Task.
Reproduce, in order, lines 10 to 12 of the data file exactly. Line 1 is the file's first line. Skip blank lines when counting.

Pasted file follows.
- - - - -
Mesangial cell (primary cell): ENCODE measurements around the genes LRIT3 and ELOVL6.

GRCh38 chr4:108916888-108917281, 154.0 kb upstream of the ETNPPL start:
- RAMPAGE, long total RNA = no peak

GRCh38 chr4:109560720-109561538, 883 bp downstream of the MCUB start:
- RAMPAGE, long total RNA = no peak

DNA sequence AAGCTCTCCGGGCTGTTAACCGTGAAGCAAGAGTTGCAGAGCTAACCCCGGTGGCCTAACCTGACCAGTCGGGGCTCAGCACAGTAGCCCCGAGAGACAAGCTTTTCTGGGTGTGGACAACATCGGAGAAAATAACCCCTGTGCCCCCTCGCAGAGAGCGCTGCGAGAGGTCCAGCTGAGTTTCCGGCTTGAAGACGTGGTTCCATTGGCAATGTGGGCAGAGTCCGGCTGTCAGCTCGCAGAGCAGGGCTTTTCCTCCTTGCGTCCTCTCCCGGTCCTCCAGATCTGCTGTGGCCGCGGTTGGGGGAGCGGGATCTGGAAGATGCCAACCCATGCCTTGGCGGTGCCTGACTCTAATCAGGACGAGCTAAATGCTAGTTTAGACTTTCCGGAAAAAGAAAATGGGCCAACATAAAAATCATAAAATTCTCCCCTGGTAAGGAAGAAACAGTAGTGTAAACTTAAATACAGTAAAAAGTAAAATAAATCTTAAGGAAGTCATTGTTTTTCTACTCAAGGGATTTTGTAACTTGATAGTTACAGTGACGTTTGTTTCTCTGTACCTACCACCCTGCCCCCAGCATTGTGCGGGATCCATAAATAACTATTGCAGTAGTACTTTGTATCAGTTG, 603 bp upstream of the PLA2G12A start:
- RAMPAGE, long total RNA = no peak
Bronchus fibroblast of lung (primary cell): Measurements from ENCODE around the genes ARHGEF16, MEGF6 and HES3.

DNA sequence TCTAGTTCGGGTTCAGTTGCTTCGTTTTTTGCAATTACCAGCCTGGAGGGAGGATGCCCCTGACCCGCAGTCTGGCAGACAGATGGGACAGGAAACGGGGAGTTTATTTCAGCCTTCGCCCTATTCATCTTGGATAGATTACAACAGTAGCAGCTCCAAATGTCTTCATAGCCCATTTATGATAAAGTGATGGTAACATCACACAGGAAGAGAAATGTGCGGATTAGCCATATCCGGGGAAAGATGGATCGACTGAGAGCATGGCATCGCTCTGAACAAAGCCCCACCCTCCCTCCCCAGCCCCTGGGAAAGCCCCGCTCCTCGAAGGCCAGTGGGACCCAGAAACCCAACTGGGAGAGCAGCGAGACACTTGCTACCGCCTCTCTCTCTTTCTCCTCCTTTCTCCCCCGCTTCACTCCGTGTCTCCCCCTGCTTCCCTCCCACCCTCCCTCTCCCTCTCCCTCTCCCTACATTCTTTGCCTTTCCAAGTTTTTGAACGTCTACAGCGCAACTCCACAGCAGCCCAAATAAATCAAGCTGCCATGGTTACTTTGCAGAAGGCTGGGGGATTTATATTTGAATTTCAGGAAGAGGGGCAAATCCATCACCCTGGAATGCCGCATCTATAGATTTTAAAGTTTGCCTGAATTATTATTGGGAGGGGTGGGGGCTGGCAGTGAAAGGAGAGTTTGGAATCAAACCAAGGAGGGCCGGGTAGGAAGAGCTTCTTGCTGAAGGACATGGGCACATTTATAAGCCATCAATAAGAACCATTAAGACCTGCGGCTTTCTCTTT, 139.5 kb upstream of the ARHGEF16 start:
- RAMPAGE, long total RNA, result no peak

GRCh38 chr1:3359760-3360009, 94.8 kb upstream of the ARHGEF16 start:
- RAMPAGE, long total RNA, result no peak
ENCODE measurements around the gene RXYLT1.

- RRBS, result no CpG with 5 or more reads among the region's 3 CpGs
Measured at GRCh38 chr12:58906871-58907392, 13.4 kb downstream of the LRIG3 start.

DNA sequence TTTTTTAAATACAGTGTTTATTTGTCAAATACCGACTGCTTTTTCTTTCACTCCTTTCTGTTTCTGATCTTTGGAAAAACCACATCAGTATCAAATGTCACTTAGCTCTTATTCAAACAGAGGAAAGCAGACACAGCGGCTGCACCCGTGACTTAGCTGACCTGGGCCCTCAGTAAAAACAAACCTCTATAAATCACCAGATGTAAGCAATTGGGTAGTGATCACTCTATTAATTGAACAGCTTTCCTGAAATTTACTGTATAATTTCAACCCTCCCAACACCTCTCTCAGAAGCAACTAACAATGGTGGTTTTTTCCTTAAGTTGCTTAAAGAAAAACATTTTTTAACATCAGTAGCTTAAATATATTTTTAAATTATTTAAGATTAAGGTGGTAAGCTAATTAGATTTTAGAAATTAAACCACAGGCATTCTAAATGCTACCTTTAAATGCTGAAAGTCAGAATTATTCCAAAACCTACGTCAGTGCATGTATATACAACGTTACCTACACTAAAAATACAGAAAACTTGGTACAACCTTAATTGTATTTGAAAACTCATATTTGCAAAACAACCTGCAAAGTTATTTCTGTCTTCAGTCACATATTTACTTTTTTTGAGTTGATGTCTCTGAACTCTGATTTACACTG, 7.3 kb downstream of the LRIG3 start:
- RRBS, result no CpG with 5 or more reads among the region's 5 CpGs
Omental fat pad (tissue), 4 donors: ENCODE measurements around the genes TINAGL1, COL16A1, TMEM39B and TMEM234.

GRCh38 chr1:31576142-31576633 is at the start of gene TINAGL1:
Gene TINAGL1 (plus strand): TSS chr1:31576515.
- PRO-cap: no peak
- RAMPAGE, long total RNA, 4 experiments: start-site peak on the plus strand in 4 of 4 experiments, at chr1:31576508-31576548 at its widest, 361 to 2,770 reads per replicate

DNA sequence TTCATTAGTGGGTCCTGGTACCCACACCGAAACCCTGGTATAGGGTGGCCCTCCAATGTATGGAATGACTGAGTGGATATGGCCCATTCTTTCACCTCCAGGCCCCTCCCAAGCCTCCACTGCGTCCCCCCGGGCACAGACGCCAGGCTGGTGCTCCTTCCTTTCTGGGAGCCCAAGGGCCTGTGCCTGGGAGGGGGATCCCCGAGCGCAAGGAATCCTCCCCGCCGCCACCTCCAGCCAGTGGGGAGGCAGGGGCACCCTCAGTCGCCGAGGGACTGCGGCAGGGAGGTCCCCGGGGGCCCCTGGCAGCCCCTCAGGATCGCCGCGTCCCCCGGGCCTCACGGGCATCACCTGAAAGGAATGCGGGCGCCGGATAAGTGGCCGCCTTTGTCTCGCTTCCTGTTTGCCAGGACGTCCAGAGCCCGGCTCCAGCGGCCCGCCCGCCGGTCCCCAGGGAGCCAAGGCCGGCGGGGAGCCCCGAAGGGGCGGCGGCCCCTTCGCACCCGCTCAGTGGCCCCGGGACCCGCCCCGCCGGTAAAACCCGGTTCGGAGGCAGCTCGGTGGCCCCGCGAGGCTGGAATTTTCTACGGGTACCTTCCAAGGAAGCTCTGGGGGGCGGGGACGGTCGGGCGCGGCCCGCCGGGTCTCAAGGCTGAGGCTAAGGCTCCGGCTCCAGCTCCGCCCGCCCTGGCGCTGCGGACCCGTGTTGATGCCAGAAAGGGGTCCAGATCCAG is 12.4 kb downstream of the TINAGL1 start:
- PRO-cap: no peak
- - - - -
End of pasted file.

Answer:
- RAMPAGE, long total RNA, result no peak

GRCh38 chr1:3359760-3360009, 94.8 kb upstream of the ARHGEF16 start:
- RAMPAGE, long total RNA, result no peak